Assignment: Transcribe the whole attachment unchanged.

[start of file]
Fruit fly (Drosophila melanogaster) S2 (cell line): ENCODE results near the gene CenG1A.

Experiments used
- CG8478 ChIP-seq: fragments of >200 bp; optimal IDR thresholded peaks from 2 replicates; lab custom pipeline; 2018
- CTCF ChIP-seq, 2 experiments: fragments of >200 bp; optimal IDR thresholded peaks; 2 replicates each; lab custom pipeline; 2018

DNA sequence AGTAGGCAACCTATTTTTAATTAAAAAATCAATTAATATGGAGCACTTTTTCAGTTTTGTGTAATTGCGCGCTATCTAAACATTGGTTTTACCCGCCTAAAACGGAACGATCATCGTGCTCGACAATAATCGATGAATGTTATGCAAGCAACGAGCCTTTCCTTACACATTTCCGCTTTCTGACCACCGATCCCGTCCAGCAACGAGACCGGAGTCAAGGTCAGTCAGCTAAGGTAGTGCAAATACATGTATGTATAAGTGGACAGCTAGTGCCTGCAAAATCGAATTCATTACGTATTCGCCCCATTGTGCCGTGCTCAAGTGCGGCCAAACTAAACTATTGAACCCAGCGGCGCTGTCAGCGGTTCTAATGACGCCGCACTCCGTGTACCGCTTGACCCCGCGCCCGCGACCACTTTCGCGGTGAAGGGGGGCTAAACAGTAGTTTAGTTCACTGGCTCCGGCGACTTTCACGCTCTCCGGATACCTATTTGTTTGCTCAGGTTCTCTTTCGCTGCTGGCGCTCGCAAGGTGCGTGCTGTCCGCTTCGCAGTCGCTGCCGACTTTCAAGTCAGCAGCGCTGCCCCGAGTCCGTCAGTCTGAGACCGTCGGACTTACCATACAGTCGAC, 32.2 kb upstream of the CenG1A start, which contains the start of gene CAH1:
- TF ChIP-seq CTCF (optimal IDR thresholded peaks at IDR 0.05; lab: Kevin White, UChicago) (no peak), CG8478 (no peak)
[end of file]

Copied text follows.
Fruit fly (Drosophila melanogaster) S2 (cell line): ENCODE results near the gene CenG1A.

Experiments used
- CG8478 ChIP-seq: fragments of >200 bp; optimal IDR thresholded peaks from 2 replicates; lab custom pipeline; 2018
- CTCF ChIP-seq, 2 experiments: fragments of >200 bp; optimal IDR thresholded peaks; 2 replicates each; lab custom pipeline; 2018

DNA sequence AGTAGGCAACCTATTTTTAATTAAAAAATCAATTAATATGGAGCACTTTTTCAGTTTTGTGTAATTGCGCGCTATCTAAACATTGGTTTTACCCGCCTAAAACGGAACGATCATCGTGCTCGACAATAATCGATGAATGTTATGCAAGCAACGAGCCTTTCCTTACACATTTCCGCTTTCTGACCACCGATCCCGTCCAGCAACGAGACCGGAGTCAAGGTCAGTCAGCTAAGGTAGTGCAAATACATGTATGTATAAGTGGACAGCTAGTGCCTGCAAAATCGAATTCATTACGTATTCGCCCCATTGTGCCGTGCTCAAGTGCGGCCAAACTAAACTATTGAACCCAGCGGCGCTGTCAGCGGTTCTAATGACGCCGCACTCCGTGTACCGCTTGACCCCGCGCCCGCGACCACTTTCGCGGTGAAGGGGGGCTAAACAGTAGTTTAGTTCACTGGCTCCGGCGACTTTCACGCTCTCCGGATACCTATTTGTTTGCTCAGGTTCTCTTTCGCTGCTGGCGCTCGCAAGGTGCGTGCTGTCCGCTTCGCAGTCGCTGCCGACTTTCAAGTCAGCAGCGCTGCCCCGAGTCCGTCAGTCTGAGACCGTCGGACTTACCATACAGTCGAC, 32.2 kb upstream of the CenG1A start, which contains the start of gene CAH1:
- TF ChIP-seq CTCF (optimal IDR thresholded peaks at IDR 0.05; lab: Kevin White, UChicago) (no peak), CG8478 (no peak)